About 7% of US mobile phone subscribers and 18% of smartphone subscribers used location-based “check-in” services on their phones in March 2011, according to comScore MobiLens data. In total, 16.7 million mobile subscribers, including 12.7 million smartphone subscribers (76% of the total), used location-based check-in.
Android accounted for the largest share of check-in service users, with about 37% checking-in from an Android device, while about 34% of users checked in from an iPhone, with Apple having the highest representation relative to its percentage of the total smartphone market (Index of 132). RIM accounted for 22% of check-in service users, while Microsoft, Palm and Symbian each accounted for less than 5%.
Check-in service users, defined as those accessing services such as Facebook Places, Foursquare and Gowalla, had heavy skews toward 18-24 year olds (26%) and 25-34 year olds (32.5%) in relation to both the total mobile audience and the overall smartphone audience. They were more likely to be full-time students (23.3%) when compared with total mobile (14.6%) or overall smartphone users (16.5%).
In addition, nearly half (46.4%) of check-in users were employed full time, slightly less than the percentage of smartphone users who were employed full time (53.3%). Both check-in service and smartphone users were more likely to be employed full time than overall mobile users (38.9%).
When compared with an average smartphone owner, social networking check-in users were more likely to access mobile media across a majority of content categories. More than 95% of check-in service users used their mobile browser or applications. Nearly 62% accessed news. comScore analysis indicates check-in user behavior was also consistent with that of traditional early adopters, with 40.3% of users accessing tech news and 28.2% owning a media tablet, both significantly higher than average.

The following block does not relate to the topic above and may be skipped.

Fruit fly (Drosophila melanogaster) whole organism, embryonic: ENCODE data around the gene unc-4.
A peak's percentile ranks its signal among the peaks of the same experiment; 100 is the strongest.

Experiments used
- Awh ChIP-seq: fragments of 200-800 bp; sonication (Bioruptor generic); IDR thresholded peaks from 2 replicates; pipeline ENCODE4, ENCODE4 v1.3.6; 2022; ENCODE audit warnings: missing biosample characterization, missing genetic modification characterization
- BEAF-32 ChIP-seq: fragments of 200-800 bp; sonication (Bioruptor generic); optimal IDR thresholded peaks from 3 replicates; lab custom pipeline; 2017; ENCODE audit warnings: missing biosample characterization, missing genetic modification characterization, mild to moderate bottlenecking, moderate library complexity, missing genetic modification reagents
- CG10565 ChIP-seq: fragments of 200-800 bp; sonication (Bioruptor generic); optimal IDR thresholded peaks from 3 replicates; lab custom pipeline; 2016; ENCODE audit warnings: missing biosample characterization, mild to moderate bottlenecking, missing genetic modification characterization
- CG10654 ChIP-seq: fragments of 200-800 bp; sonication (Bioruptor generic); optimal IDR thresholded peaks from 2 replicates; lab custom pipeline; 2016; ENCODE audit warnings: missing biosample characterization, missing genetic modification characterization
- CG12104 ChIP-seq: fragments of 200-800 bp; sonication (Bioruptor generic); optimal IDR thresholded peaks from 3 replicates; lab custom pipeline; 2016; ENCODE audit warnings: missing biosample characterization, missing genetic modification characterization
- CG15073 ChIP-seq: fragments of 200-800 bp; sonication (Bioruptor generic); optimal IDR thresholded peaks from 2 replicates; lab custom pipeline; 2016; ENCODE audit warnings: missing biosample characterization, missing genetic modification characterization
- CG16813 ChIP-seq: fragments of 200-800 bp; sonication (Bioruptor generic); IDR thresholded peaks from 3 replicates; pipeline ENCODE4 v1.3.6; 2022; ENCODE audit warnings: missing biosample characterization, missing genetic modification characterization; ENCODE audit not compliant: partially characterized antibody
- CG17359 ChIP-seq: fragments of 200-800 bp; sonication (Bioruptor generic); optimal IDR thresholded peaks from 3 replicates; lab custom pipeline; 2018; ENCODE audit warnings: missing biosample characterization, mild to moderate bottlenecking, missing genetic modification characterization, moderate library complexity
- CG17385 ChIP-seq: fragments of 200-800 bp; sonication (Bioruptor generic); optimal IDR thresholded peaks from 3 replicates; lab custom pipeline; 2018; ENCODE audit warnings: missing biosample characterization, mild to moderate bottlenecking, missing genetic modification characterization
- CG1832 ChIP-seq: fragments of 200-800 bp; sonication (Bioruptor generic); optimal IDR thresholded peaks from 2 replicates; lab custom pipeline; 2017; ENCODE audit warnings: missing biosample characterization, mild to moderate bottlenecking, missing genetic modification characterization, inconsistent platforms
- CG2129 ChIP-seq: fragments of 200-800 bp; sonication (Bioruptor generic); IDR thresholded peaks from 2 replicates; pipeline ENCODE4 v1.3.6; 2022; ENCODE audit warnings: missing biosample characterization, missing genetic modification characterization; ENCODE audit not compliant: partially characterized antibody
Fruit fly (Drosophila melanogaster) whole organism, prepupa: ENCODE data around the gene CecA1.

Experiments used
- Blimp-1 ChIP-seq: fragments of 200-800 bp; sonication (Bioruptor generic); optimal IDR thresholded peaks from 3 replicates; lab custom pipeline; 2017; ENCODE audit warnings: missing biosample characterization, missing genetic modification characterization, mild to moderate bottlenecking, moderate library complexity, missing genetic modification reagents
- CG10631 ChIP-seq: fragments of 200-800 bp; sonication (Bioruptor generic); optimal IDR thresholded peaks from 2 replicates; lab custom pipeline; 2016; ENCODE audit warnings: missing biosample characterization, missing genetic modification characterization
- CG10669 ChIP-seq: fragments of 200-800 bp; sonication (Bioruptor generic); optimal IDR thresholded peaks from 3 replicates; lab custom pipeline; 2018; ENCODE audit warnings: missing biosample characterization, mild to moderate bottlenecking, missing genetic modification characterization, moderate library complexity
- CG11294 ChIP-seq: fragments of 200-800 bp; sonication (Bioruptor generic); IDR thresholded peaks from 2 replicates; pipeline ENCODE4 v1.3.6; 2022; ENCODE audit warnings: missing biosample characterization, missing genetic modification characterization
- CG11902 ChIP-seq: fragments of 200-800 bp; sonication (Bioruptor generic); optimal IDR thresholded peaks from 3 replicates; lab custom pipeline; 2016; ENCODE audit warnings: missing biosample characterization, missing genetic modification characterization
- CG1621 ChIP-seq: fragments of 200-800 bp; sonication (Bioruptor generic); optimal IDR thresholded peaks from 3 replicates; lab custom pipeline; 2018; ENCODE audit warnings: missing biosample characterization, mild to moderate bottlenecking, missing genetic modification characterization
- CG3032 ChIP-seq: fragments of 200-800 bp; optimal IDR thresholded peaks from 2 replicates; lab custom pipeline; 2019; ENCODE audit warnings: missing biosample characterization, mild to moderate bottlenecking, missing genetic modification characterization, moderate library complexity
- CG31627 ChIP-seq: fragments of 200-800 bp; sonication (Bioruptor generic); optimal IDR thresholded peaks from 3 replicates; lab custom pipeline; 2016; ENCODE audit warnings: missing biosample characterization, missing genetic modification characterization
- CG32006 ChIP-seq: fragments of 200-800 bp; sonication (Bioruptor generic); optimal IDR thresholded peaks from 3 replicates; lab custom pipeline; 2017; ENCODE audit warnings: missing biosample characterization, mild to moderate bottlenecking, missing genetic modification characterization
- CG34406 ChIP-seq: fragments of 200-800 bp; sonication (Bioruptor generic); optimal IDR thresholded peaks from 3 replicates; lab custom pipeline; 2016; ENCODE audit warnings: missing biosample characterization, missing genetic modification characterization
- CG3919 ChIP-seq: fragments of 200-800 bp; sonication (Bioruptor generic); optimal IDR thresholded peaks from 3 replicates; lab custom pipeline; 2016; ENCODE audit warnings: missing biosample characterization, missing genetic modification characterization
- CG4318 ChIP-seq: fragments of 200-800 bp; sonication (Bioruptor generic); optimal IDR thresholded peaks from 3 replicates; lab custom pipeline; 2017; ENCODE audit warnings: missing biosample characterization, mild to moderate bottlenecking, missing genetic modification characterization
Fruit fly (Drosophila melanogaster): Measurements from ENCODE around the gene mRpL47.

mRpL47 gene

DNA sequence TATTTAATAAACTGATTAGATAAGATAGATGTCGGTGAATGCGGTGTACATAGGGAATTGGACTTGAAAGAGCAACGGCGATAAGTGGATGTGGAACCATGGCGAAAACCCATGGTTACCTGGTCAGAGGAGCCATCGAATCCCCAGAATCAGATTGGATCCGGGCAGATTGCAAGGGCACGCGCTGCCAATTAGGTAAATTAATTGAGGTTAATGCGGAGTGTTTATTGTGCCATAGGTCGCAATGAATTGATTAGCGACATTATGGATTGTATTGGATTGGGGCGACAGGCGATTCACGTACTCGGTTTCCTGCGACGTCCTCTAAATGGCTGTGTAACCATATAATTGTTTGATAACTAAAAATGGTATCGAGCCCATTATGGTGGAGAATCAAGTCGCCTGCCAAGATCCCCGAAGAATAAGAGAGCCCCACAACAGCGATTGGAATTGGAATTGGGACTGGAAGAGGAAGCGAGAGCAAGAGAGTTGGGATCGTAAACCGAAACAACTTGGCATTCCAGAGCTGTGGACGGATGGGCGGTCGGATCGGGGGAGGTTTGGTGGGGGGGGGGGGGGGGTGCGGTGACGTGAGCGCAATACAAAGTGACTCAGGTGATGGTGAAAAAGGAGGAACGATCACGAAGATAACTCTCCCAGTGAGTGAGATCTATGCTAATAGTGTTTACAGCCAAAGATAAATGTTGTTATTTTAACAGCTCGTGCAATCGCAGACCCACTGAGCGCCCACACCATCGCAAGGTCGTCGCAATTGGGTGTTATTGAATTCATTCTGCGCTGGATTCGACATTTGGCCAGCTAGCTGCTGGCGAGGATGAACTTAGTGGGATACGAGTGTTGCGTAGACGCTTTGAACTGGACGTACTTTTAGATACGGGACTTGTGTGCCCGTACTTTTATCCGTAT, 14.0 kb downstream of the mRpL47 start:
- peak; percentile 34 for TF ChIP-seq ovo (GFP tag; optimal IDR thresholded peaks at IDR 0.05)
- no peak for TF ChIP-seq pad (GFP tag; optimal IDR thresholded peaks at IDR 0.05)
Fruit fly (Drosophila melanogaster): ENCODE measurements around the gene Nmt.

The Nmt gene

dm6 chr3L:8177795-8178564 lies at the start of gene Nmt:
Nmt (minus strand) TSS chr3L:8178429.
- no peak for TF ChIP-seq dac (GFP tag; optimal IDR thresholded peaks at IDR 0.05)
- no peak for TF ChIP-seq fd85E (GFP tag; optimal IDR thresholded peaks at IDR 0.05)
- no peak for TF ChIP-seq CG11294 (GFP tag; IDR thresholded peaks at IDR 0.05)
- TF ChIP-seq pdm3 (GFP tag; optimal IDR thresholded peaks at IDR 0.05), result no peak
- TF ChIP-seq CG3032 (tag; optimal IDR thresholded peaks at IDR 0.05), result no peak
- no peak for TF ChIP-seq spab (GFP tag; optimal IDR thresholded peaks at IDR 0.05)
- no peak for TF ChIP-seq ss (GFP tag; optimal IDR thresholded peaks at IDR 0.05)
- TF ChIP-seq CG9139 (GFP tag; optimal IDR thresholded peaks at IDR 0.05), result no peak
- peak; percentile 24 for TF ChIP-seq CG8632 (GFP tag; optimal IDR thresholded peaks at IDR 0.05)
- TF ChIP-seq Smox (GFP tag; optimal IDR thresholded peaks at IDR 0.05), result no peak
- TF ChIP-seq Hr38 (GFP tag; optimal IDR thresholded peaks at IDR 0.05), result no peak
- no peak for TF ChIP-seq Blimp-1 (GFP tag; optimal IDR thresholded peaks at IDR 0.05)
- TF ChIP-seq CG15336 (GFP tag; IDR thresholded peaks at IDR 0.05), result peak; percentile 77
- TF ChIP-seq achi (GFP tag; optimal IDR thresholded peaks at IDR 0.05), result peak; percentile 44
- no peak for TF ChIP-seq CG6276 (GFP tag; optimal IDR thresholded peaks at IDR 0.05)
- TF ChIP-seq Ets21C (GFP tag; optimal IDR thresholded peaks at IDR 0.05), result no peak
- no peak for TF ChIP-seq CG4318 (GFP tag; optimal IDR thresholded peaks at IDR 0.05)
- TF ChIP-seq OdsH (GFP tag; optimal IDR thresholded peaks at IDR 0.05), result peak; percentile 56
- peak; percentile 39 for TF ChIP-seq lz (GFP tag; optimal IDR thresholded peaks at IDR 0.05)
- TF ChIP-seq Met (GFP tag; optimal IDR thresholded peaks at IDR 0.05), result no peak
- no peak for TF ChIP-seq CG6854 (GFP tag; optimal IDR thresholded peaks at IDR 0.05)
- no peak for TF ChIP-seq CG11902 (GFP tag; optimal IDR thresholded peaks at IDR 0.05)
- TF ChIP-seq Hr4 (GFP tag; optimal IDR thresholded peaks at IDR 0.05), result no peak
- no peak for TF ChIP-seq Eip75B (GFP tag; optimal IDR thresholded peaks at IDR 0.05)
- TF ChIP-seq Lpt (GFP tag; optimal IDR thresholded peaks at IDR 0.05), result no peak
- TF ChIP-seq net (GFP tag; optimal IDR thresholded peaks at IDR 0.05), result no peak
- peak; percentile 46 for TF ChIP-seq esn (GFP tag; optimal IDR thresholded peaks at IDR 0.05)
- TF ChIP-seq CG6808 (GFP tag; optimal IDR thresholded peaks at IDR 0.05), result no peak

Check-in service users also showed a high propensity for accessing retail-related destinations on their mobile devices. Nearly one-third of users accessed online retail sites on their mobiles, while one-fourth accessed shopping guides. Check-in service users were also more likely to be exposed to mobile advertising, with nearly 40% recalling seeing a web or app ad during the month, compared to just 27.5% of smartphone users.
Young adults have the highest awareness of smartphone geolocation applications, according to a spring 2011 study from digital marketing agency White Horse. Results of “Lost in Geolocation” indicate awareness of location-based apps peaks at more than 60% among US adults age 20-29. The only other age group with an awareness level of more than 50% is teens age 14-19. Adults age 30-49 have roughly 50% awareness of location-based apps, while less than 30% of adults age 50-79 are aware these applications exist.
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